BooksOfTheMoon

Spellmaker (Spellbreaker Duology, #2)

By Charlie N. Holmberg

Rating: 4 stars

Picking up directly from where the first book leaves off, the second volume of this “duology” deals with Elsie’s spellbreaking ability becoming public. Bacchus Kelsey, the young master spellmaker who’s well on his way to falling in love with Elsie, persuades the justice system to let her go and that they are, in fact, engaged to be married. Of course, Elsie now thinks that Bacchus has thrown away his future life and happiness for her freedom. Hilarity ensues.

The misunderstandings and Elsie’s obsession with everyone leaving her can be frustrating at times, but it’s all the sweeter when (I don’t think it’s a spoiler to say) they’re resolved and expressions of love are exchanged. The rest of the plot proceeds, with the villain, now known to be Master Lily Merton, continuing her spree of killing (or trying to kill) spellcasters for the magic they leave behind when they die. The mystery of the stranger who Elsie meets in the first book is unravelled and we find out how it ties in to what Merton wants.

And honestly, if she was less psychotic, I’d be very sympathetic towards Merton. She really does have a zeal towards social justice, it’s just that she doesn’t mind murdering and enslaving to do so. I would have liked to get to know our other characters a bit better than we did. We found out at the end of the last book that Elsie’s employer, Mr Ogden, isn’t a low-level physical spellcaster as she’d thought, but a master-level rational (affecting minds) caster. I would have loved to find out why he had hidden this over the years – it’s known that has abilities, but he pretends his powers are very different to what they are, but why would he do that?

And then the new characters, Reggie and Irene, get welcomed into the group with a nod, but get very little character development. I would especially have liked to see more interaction between Reggie and Elsie. And Irene accepts all the events that she gets caught up in with equanimity. I’d love to know more about her character and why she’s so eager to be involved. Oh, and it’s sort of hinted that Elsie’s spellbreaking powers are different or possibly stronger than most spellbreakers, but this isn’t really explored in any great depth.

While I appreciate fantasies that don’t feel the need to bloat into multi-volume doorstoppers, I do think that this story would have benefited from a bit more depth (although that could still be the after-effects of binging Neal Stephenson‘s Baroque Cycle). Still, the complaints are fairly minor: the story moves at a brisk pace, with revelation piling upon revelation. The major characters are well-developed and likeable, and it’s a fun story to read. While I can see that this is a good point to leave the story, I’d love to spend more time with Elsie and Bacchus.

Book details

ISBN: 9781542022576
Publisher: 47North
Year of publication: 2021

Spellbreaker (Spellbreaker Duology, #1)

By Charlie N. Holmberg

Rating: 4 stars

Elsie Camden is illegal. She’s an unregistered magic-user, with the ability to break spells that others cast, without being able to cast her own. She works for a stonemason by day, but for an organisation that she calls the Cowls by night, helping dispel magical wards so that others can do the Robin Hood thing and stand up for the poor against the powerful rich. When powerful magician Bacchus Kelsey catches her on one of her excursions, he agrees not to turn her in if she helps him. What starts out as blackmail quickly turns into something more respectful, on both sides.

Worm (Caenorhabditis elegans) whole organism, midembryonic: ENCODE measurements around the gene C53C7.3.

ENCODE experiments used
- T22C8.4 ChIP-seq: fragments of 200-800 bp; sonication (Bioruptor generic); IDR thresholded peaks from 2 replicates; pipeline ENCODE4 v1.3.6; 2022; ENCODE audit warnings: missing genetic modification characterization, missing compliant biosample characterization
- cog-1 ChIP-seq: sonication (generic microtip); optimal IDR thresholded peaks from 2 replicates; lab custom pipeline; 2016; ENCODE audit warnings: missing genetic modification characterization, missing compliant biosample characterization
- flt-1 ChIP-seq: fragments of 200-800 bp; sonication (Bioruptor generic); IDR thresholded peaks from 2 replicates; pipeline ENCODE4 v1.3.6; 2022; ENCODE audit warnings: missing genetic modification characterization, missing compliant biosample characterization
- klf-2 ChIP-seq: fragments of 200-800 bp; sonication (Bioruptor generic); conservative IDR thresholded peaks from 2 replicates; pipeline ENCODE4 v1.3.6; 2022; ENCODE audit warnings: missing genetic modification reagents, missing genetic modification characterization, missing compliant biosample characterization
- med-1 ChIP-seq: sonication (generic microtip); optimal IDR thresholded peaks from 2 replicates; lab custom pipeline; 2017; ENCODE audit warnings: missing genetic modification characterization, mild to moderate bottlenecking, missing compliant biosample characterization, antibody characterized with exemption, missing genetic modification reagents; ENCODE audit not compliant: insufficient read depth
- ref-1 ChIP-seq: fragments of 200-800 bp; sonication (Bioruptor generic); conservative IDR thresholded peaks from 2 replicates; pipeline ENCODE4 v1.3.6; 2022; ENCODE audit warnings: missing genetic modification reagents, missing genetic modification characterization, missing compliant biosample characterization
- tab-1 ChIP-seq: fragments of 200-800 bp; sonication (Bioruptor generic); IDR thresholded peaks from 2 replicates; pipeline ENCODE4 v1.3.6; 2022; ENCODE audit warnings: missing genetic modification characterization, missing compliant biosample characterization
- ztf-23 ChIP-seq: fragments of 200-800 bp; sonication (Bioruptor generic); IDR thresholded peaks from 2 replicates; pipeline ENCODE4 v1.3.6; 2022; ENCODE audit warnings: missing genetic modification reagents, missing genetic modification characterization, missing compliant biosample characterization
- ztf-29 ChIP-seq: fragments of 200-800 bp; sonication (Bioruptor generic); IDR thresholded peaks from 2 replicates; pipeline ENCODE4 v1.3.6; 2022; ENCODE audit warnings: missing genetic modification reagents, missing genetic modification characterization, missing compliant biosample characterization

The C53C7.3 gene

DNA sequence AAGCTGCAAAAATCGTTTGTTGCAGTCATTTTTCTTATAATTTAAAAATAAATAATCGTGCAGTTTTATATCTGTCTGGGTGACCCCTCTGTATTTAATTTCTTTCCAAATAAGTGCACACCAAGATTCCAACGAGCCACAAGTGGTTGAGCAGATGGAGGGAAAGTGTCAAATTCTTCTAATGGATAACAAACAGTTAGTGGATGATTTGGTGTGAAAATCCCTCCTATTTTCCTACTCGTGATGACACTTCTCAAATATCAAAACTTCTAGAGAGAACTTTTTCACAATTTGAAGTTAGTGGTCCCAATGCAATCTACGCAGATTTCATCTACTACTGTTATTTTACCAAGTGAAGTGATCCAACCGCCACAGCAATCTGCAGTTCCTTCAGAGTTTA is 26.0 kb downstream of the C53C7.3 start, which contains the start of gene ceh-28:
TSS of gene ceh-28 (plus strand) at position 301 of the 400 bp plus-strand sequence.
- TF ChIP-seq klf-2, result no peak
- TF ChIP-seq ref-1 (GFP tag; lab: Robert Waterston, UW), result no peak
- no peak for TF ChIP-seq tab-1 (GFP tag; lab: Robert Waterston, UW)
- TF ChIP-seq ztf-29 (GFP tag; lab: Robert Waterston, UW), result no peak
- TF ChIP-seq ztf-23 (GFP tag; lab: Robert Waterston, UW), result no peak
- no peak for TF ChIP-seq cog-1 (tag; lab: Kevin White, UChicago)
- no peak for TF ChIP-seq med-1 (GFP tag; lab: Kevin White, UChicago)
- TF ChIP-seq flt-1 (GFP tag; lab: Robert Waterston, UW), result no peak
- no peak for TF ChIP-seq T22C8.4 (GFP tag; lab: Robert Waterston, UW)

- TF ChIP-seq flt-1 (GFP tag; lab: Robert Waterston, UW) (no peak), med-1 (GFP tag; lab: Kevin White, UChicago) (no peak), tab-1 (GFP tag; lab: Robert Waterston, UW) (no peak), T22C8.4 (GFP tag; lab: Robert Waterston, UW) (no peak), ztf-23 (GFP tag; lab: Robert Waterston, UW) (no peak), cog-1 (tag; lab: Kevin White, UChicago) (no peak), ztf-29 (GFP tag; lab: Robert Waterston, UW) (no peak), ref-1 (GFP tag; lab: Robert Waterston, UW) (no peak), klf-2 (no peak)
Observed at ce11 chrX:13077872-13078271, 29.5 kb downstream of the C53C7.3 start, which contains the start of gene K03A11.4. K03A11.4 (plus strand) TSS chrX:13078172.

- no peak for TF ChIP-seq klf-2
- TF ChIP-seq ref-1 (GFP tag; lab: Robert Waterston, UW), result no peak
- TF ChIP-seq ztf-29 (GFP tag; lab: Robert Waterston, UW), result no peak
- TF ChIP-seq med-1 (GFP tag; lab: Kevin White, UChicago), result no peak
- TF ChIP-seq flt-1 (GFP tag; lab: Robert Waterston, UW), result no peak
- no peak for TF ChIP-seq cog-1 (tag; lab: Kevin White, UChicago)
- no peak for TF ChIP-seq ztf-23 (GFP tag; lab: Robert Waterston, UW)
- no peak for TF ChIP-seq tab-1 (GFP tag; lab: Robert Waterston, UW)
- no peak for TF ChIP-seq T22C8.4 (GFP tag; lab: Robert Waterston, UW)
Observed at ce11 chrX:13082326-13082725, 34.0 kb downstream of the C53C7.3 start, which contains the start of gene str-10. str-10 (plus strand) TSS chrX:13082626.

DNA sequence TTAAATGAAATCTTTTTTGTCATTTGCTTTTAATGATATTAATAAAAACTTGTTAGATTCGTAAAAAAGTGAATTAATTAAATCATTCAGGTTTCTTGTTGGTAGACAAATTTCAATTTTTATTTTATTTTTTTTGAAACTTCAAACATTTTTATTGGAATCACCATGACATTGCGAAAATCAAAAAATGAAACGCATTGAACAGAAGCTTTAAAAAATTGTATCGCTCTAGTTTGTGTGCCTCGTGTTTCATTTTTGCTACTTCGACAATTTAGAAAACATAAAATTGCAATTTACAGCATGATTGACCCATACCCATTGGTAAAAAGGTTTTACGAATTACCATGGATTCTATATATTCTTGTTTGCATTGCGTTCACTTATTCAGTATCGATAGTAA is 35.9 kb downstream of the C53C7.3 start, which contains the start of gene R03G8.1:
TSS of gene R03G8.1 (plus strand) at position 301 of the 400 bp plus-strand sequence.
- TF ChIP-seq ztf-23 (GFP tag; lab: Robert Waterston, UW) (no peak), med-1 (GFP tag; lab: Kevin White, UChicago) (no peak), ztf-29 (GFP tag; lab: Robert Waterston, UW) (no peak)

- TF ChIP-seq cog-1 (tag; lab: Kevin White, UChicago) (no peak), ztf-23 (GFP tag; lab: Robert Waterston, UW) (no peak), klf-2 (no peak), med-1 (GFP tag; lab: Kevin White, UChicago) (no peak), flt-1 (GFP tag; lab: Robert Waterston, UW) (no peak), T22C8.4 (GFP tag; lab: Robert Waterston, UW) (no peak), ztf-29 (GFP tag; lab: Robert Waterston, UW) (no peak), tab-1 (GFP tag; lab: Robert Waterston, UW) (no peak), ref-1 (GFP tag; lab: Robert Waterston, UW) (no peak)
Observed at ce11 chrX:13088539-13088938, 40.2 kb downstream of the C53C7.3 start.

I shouldn’t have read this historical fantasy immediately after finishing Neal Stephenson‘s Baroque Cycle. I fear that’s broken me, as I kept wondering where the full chapter describing the economic basis of the magic system was, or the multi-page potted history of the Caribbean. This book is much leaner – coming in at under 300 pages. Once I dragged my head out of Stephenson mode, I appreciated the cracking pace that Holmberg kept up throughout. She drops enough worldbuilding and personal history to keep you interested, but not enough to get in the way of the plot.

Elsie is a fun character, although I did find myself rolling my eyes a bit at the slow-burning romance that builds up, but that may be me getting cynical in my old age. I also really enjoyed the found-family with her employer, Mr Ogden, and the other servant, Emmeline – something which has taken the place of her biological family, which disappeared mysteriously when Elsie was a child.

Bacchus is also interesting as a character – he’s an outsider, with an English father but a continental mother, and grew up in Barbados, where he has holdings. He’s in England to apply to the magical college for his mastership, and to ask for access to a spell that he hopes will help him in his own life, but he finds his way barred. Nobody comes out and says it, but his heritage is a big part of that. His interactions with Elsie smoulder and the pair make a good team once they overcome their differences.

The one thing that didn’t quite feel true to me was the setting and the social interactions that went on. Again, this may be a hangover from just having finished the immensely detailed Baroque Cycle, but the Victorian London didn’t quite spring to life for me, and the society and the way people interacted and spoke to each other also felt a little off. But that’s a small matter, and the characters and plot more than made up for it. I’ve already got the next book and look forward to finishing the story.

Book details

ISBN: 9781542020091
Publisher: 47North
Year of publication: 2020

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